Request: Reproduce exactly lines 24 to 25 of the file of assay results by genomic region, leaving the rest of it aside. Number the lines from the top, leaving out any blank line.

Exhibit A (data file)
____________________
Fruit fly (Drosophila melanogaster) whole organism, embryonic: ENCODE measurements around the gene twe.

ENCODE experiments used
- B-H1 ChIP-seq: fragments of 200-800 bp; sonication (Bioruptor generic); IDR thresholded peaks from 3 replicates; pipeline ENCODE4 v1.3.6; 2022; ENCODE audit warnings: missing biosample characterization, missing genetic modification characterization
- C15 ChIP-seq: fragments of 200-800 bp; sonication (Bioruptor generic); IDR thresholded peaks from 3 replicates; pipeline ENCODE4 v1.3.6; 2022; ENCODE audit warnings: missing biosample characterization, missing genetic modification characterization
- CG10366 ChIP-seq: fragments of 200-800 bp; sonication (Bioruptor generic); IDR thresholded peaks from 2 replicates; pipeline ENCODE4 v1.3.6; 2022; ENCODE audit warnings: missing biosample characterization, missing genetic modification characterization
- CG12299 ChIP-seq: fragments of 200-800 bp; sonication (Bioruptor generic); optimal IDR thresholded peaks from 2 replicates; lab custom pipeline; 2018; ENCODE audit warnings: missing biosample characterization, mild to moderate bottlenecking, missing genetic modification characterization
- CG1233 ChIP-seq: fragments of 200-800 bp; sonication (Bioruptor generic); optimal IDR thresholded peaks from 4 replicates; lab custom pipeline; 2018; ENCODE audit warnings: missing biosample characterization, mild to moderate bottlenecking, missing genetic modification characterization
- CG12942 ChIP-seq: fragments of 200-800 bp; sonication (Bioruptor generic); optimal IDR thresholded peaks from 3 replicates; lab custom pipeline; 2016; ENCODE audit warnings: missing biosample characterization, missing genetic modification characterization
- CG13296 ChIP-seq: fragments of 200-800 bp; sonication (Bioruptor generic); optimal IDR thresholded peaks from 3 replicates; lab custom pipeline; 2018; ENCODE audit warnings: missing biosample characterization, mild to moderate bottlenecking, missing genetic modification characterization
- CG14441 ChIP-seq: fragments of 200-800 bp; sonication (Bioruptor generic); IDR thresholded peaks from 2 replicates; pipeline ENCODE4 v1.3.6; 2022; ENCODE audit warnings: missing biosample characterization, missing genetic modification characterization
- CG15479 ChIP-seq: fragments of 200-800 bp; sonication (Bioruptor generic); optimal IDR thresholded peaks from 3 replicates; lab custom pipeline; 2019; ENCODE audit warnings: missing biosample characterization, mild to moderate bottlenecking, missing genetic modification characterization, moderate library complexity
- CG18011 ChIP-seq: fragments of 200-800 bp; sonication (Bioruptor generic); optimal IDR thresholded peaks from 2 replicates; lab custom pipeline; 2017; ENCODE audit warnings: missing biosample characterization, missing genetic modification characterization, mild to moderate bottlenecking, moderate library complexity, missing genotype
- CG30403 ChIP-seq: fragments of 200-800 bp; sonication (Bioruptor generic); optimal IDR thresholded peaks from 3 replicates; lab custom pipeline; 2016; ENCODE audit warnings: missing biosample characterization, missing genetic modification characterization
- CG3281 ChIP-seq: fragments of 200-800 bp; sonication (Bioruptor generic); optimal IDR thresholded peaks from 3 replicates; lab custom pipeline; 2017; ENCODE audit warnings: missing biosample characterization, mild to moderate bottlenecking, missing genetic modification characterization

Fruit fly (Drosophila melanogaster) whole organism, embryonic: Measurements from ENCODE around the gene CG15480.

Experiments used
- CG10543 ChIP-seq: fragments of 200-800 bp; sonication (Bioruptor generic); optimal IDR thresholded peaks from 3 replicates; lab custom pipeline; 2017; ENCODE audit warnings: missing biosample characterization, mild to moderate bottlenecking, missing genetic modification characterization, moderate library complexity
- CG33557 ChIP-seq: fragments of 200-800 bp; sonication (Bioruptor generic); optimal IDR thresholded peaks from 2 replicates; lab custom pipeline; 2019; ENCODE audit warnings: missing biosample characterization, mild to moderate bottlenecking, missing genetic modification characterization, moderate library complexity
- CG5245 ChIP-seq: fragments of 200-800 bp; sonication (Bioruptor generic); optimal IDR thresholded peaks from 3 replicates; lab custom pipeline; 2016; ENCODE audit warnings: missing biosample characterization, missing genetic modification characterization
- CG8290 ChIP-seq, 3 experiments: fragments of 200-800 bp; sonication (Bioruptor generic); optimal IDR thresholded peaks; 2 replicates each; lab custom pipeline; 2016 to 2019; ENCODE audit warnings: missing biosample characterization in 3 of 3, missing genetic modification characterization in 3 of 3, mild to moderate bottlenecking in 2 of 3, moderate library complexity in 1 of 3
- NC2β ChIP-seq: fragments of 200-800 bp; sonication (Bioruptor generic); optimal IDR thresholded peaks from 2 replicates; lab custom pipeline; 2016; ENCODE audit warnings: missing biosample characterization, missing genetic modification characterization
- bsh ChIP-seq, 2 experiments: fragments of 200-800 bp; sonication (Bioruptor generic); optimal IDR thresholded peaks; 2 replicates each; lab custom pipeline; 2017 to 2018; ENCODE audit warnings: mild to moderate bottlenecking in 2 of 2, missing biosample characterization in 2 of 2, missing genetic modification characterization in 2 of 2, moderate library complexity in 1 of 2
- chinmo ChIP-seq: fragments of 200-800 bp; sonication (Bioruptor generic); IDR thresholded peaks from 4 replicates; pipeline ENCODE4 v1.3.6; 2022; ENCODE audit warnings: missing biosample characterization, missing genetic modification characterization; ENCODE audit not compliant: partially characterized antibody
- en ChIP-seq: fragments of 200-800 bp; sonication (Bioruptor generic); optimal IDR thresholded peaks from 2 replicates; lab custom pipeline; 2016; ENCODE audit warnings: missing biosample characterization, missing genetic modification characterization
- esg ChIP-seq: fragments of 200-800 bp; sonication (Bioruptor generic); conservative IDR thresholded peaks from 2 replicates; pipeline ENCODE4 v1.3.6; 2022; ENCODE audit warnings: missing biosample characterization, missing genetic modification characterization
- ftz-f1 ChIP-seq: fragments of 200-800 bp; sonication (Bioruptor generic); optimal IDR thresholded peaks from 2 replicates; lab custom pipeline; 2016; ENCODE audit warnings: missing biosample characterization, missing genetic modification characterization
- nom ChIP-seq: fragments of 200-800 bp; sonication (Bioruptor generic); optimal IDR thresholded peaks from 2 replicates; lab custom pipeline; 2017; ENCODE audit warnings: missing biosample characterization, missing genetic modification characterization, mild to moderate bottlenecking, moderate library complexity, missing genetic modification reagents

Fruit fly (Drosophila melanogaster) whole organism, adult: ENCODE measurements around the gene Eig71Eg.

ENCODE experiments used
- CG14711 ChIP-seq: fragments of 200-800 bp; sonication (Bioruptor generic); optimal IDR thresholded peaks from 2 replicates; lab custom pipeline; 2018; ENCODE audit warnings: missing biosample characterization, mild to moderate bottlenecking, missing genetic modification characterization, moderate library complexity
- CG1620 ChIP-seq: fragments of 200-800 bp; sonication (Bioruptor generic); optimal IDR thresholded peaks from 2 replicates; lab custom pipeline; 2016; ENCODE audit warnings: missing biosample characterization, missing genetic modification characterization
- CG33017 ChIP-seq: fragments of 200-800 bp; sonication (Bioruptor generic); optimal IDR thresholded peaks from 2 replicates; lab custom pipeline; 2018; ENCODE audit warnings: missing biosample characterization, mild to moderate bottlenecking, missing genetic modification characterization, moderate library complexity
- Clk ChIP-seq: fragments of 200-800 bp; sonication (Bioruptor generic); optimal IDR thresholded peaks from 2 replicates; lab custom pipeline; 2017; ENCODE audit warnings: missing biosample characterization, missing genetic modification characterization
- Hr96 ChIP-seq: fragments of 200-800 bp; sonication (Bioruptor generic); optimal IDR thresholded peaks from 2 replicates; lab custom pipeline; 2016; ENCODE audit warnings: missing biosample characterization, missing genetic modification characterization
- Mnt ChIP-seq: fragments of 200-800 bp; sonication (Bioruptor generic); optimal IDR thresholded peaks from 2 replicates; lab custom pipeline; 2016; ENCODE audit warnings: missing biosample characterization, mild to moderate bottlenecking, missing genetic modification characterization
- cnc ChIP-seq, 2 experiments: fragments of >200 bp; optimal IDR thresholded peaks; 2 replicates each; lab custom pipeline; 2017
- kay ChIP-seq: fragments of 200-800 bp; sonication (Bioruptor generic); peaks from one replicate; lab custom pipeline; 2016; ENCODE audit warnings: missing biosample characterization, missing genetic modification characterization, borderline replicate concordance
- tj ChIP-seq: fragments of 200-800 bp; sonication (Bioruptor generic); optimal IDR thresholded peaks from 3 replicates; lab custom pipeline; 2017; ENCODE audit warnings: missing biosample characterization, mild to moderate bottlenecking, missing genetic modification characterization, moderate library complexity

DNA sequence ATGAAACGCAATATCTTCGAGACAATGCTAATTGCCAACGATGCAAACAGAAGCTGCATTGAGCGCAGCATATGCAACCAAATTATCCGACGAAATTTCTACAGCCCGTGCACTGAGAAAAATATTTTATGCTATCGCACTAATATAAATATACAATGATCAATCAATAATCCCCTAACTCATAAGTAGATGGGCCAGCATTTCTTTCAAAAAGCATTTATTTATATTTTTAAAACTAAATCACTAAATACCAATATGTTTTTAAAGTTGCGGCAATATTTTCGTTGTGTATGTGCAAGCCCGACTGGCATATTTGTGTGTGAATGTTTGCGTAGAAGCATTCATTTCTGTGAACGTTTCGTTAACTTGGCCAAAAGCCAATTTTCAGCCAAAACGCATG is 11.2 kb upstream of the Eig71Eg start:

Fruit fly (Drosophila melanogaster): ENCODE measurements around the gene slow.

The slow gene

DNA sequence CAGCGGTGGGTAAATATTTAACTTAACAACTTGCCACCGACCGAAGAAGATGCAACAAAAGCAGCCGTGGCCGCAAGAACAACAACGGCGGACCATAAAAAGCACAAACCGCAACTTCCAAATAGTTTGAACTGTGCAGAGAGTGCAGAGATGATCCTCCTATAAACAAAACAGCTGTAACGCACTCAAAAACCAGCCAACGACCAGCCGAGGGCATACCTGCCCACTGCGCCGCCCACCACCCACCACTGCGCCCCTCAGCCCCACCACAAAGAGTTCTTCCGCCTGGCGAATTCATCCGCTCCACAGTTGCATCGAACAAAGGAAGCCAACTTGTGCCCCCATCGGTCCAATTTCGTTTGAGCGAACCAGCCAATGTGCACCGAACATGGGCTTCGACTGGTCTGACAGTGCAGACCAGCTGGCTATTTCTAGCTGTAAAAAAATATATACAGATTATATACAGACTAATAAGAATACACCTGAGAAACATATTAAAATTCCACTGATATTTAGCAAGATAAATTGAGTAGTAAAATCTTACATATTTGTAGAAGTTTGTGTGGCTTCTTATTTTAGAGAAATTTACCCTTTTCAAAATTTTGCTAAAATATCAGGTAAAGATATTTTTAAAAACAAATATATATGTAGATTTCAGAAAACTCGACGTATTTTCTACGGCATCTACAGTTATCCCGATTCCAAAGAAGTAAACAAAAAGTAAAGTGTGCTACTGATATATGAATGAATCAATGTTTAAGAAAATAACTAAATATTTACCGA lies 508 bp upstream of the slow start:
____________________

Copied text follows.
- en ChIP-seq: fragments of 200-800 bp; sonication (Bioruptor generic); optimal IDR thresholded peaks from 2 replicates; lab custom pipeline; 2016; ENCODE audit warnings: missing biosample characterization, missing genetic modification characterization
- esg ChIP-seq: fragments of 200-800 bp; sonication (Bioruptor generic); conservative IDR thresholded peaks from 2 replicates; pipeline ENCODE4 v1.3.6; 2022; ENCODE audit warnings: missing biosample characterization, missing genetic modification characterization